滕彪文集
[主页]->[独立中文笔会]->[滕彪文集]->[An Editor Speaks Out: Teng Biao, Darkness Before Dawn, and ABA]
滕彪文集
·China's international relations at a time of rising rule of law challe
·Seven Chinese activists wrote to the Dutch King
·七名中国民主人士致信荷兰国王
·專訪維權律師滕彪對中國法治人權的解讀
·中共的政治株连
·Dictatorship is a Decapitator, Whether it Tortures You or Treats You W
·Innocence project movement in China rises to aid the wrongfully convic
·好處沙龍【選後台灣如何面對中國巨變】
·“你恐惧,中共的目的就达到了”
·SOME QUESTIONS FOR PRESIDENT OBAMA TO ASK PRESIDENT XI
·Book Debate Raises Questions of Self-Censorship by Foreign Groups in C
·Leaked Email: ABA Cancels Book for Fear of ‘Upsetting the Chinese Gov
·Is the ABA Afraid of the Chinese Government?
·Middle way should not be the only voice: Chinese activist to Tibetans
·Middle way not the only way for Tibet, says Chinese rights lawyer
·被曝光的电邮:怕惹恼北京美国律师协会取消出版《黎明前的黑暗》
·美律协违约拒为滕彪出书 国会要求解释
·高智晟:ABA和滕彪哪個更應該強大
·Lawmakers Pounce After ABA Scraps Book by China Rights Lawyer
·American Self-Censorship Association/WSJ
·An interview with China’s foremost rights lawyer Dr Teng Biao
·纽约时报:中国律师新书命运引发在华NGO自我审查争议
·Is China Returning to the Madness of Mao’s Cultural Revolution?
·The Conundrum of Compromise/Robert Precht
·Congress Still Calling Out ABA Over Canceled Book Deal
·No country for academics: Chinese crackdown forces intellectuals abroa
·中共血債大於其他專制國家
·江绪林之死反映中国知识分子精神痛苦唯有自杀寻求解脱
·"THERE WILL ALWAYS BE SOME BRAVE ACTIVISTS WHO REFUSE TO KEEP QUIET"
·“你们全家都是共产党员!”
·滕彪和江天勇获第25届杰出民主人士奖
·访滕彪:中国司法何以如此“高效率”
·'China wacht een revolutie, ik hoop een vreedzame'
·Arrestatiegolf China toont angst van regime
·ENTRETIEN AVEC LE DéFENSEUR DES DROITS DE L'HOMME TENG BIAO
·Le Parti communiste chinois est confronté à une série de crises
·英媒:遭受打击 中国知识分子被迫出国
·709 Crackdown/ Front Line Defenders
·Cataloging the Torture of Lawyers in China
·南海仲裁的法理基础及其对中国的政治冲击
·the Comfort of Self-Censorship
·G20前夕美国家安全顾问会晤中国人权人士
·Chinese dissidents urge Obama to press Xi Jinping on human rights at G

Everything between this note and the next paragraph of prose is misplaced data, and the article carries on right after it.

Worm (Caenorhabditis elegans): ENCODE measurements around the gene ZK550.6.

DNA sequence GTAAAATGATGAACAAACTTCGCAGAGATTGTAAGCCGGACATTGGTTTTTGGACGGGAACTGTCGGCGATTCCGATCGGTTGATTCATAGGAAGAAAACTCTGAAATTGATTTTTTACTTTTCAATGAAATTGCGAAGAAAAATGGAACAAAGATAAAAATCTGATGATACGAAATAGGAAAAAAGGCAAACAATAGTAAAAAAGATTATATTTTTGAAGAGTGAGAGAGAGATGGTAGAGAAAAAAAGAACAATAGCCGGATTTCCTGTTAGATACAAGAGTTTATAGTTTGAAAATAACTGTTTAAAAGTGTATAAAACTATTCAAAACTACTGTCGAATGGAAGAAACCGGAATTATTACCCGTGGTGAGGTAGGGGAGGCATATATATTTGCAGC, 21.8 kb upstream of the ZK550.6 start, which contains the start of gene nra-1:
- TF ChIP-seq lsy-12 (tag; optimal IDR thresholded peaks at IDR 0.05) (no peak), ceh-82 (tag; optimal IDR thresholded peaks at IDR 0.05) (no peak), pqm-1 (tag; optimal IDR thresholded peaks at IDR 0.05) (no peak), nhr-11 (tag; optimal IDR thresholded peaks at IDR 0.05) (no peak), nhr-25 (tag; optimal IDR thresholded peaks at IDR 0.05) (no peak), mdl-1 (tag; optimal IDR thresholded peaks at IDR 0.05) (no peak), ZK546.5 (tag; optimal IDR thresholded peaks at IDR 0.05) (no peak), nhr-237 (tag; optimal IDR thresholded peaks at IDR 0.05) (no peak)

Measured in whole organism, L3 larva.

·China blocks major civil society groups from monitoring G20 summit
·Open Letter to G20 Leaders attending the 2016 G20 Summit
·自我审查的自我安慰/滕彪
·细雨中的独白——写给十七年
·Rights lawyers publicly shamed by China's national bar association
·沉默的暴行
·中共“长臂”施压 维权律师滕彪妻子被迫离职
·除了革命,中国已经别无道路
·高瑜案件从一开始就是政治操控
·毛式文革与恐怖主义之异同——国内外专家学者访谈
·最高法维护狼牙山五壮士名誉 学者批司法为文宣服务
·滕彪和杨建利投书彭博社 批评美国大选不谈中国人权议题
·“未来关键运动的发起者可能是我们都不认识的人。”
·政治因素杀死了贾敬龙
·中国维权人士在达兰萨拉与藏人探讨“中共的命运”
·黑暗的2016:中国人权更加倒退的一年
·滕彪談廢死
·滕彪:酷刑逼供背後是国家支持的系统性暴力
·在黑暗中尋找光明
·专访滕彪、杨建利:美国新法案 不给人权侵害者发签证
·海内外民主人士促美制裁中国人权迫害者/RFA
·A Joint Statement Upon the Establishment of ‘China Human Rights Accou
·关于成立“中国人权问责中心”的声明
·Group to Probe China's Human Rights Violations Under U.S. Law
·The Long Reach of China to Silence Its Critics
·王臧:极权主义,不止是“地域性灾难”
·Trump has the power to fight China on human rights. Will he use it?
·纪录片《吊照门》
·「吊照门」事件 引发法界震盪
·脸书玩命想进中国/RFA
·中国反酷刑联盟成立公告
·德电台奖冉云飞滕彪获提名
·中国维权律师:风雨中的坚持
·Harassed Chinese rights lawyer still speaking out on Tibetans’ plight
·Beijing Suspends Licenses of 2 Lawyers Who Offered to Defend Tibetans
·VOA连线:中国反酷刑联盟成立,向酷刑说“不”
·Announcement of the Establishment of the China Anti-Torture Alliance
·Chinese Court Upends 13-Year-Old Rape, Murder, Robbery Convictions
·中共迫害律师的前前后后
·Scholars Return to YLS to Discuss Human Rights Advocacy in China
·Abducted Activists
·中国的民间反对运动与维权运动
·Conversation on China’s human rights: Professor provides first hand a
·Exiled Chinese lawyer says the country is moving toward a new totalita
·VOA时事大家谈:抓律师两高人大邀功,保政权司法第一要务
·滕彪讲述被绑架和单独关押的经历
·Chinese human rights lawyer stresses the duty to resist
·山东“刺死辱母者”案,为何引发民意汹涌?/VOA
·关于审查《城市流浪乞讨人员收容遣送办法》的建议书
·Street Vendor’s Execution Stokes Anger in China
·[video]Academic freedom in the East and Southeast
·海外华人学者成立民主转型研究所VOA
·美国律师协会为受难律师高智晟出书/VOA
·郭文貴爆料,為何中國當局反應強烈?
·杨银波:搞滕彪、李和平,我看不过去
·Chinese Rights Lawyer Strikes Back at ABA Over Scuttled Book/WSJ
·China puts leading human rights lawyer on trial for 'inciting subversi
·丧尽天良,709维权律师李和平被灌不明精神药物!
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An Editor Speaks Out: Teng Biao, Darkness Before Dawn, and ABA

https://www.linkedin.com/pulse/editor-speaks-out-teng-biao-darkness-before-dawn-bar-jon-malysiak/?published=t
   
   An Editor Speaks Out: Teng Biao, Darkness Before Dawn, and the American Bar Association